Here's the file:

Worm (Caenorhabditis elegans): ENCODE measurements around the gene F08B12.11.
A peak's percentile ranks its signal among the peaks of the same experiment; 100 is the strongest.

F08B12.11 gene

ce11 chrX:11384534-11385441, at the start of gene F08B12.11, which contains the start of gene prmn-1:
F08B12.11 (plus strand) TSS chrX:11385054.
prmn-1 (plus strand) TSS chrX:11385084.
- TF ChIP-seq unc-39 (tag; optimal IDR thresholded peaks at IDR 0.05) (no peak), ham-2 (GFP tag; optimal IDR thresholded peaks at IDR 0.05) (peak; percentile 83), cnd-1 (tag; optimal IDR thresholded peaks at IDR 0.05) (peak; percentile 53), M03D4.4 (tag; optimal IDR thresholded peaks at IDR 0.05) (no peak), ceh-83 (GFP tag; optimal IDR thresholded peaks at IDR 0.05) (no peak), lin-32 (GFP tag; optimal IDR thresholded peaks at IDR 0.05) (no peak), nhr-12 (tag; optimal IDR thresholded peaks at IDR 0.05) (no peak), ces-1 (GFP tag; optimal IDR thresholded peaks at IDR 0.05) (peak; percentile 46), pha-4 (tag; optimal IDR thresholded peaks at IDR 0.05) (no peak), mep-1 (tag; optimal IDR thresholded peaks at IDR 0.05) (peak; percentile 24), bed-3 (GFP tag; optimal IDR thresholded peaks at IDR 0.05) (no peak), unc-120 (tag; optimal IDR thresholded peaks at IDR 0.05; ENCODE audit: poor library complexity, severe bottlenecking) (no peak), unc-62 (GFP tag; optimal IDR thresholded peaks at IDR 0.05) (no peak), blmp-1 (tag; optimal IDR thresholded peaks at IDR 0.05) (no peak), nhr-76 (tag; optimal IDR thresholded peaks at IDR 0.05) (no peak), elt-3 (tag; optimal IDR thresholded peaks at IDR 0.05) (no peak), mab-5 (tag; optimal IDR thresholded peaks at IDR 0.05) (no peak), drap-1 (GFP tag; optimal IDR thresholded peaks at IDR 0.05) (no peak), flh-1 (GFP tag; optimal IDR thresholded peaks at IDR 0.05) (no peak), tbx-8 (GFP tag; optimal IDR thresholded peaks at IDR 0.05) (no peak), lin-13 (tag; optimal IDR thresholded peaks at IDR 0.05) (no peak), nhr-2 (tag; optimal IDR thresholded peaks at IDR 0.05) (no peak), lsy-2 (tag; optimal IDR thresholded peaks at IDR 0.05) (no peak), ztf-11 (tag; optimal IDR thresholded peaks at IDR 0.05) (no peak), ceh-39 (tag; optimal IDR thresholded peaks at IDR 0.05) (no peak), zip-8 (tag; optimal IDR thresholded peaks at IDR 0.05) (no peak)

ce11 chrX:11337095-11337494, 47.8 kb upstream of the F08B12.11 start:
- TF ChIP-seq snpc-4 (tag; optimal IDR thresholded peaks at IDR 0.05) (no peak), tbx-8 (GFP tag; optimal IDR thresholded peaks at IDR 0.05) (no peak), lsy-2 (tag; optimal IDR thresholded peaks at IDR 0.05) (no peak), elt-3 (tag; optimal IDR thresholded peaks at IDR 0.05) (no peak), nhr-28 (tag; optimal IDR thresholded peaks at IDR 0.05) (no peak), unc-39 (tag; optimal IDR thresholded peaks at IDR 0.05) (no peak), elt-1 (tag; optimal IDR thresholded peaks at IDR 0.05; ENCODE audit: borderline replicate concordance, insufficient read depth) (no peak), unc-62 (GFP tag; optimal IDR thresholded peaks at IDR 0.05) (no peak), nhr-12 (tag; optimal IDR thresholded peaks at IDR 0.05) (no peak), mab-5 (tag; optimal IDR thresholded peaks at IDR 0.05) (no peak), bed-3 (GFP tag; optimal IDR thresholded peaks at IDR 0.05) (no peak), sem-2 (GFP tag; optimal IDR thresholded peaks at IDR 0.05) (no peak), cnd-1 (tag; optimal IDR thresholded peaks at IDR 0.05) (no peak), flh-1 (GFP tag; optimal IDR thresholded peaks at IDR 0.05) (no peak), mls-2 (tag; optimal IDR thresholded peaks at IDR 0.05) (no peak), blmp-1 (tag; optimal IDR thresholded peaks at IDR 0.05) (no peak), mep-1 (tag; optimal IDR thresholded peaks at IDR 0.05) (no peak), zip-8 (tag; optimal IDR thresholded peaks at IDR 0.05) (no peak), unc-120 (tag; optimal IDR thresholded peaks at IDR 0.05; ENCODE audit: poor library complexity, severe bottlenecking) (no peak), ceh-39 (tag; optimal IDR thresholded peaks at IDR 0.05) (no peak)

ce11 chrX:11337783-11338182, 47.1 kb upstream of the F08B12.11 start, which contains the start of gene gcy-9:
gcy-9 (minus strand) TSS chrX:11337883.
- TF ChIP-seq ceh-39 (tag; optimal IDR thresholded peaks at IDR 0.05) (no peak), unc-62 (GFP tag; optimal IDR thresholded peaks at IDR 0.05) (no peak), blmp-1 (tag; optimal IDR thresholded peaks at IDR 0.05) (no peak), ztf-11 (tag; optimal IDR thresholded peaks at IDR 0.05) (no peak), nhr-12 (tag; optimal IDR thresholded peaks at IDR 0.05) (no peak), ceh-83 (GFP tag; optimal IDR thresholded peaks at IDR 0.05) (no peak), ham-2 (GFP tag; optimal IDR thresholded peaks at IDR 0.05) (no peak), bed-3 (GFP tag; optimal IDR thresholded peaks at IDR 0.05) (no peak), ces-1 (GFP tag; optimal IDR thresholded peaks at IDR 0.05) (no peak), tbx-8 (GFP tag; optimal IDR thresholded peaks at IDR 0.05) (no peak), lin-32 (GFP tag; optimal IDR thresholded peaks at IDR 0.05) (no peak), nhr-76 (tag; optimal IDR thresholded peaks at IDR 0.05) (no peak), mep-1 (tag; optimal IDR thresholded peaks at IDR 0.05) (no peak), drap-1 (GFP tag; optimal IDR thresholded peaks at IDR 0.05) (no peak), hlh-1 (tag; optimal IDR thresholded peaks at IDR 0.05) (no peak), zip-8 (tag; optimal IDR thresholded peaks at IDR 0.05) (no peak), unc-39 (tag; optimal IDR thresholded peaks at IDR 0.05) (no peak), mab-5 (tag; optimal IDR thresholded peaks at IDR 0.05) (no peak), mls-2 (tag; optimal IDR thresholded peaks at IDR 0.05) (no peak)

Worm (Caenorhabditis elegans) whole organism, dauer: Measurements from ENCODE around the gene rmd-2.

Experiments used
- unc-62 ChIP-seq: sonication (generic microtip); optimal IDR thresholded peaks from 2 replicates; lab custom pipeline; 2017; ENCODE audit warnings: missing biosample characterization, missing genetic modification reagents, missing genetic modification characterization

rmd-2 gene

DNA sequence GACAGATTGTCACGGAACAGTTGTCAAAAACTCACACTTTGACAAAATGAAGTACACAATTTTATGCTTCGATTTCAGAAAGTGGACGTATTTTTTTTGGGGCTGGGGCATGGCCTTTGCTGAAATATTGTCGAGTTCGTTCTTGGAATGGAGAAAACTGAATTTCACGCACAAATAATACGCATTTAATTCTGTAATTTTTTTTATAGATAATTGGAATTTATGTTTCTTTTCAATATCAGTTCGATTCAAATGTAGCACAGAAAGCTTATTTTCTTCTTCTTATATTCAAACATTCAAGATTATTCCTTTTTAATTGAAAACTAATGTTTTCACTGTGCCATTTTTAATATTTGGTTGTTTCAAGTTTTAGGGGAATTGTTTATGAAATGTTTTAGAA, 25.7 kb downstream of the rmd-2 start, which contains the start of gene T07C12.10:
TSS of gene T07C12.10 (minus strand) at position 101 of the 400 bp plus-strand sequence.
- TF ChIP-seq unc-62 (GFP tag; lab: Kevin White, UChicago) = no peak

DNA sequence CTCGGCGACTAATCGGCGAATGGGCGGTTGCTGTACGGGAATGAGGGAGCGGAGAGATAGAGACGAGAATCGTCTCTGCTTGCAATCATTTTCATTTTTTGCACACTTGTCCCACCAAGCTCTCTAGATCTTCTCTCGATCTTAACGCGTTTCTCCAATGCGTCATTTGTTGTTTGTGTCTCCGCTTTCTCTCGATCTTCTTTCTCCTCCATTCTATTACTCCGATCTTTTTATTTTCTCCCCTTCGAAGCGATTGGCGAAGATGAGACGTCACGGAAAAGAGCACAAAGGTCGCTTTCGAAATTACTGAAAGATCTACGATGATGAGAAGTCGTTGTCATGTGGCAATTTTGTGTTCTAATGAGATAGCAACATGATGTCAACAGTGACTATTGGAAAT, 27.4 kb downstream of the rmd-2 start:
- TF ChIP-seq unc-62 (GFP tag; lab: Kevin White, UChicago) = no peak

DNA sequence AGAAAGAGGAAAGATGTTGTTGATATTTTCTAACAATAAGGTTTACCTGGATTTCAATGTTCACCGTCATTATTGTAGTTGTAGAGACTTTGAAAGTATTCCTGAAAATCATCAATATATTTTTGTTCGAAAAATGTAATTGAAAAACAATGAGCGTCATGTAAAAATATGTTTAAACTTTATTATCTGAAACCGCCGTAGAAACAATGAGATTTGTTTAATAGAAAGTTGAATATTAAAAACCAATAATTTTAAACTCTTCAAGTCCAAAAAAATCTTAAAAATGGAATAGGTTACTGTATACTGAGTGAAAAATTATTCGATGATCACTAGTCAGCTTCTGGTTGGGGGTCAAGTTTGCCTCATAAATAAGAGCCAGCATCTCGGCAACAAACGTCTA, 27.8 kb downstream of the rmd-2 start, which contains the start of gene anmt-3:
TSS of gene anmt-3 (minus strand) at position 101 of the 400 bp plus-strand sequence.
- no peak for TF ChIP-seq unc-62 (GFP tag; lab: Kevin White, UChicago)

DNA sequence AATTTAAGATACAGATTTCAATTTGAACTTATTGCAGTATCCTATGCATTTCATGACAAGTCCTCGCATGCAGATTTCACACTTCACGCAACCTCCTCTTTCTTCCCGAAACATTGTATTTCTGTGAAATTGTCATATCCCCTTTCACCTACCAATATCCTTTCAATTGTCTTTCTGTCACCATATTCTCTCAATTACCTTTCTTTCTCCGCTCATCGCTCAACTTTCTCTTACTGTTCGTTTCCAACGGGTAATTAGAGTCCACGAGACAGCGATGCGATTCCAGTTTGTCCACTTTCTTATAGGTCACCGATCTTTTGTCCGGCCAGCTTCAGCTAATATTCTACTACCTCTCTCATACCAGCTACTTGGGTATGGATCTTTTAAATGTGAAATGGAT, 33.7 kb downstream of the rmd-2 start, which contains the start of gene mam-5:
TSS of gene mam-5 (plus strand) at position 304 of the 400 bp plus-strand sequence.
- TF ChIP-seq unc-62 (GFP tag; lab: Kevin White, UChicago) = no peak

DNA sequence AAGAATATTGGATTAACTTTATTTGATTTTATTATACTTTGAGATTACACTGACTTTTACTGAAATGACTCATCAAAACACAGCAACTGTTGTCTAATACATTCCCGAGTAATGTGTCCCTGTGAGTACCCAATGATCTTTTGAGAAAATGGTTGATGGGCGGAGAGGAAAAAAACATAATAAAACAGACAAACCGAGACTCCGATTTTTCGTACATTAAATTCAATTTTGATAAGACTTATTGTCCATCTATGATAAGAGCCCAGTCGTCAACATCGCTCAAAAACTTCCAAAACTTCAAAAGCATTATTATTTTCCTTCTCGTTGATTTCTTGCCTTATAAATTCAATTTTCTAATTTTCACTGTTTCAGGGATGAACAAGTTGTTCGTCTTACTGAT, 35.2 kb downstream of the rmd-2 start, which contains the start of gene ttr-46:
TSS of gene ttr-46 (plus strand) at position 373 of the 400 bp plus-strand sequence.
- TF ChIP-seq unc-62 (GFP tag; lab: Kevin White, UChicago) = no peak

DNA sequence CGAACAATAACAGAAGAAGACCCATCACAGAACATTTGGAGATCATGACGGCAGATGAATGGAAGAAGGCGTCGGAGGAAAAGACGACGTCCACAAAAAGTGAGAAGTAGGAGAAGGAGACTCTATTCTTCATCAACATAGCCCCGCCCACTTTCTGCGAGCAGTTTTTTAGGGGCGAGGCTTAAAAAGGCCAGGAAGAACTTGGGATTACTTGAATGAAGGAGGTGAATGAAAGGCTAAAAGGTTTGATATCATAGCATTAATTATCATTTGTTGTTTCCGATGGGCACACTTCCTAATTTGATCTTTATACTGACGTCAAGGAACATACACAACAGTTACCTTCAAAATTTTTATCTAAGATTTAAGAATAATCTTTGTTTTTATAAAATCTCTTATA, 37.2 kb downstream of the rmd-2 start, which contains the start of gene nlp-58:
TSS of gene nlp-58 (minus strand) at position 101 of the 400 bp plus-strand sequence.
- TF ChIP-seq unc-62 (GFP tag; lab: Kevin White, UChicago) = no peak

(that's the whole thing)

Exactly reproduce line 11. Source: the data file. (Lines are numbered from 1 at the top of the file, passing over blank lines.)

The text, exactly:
gcy-9 (minus strand) TSS chrX:11337883.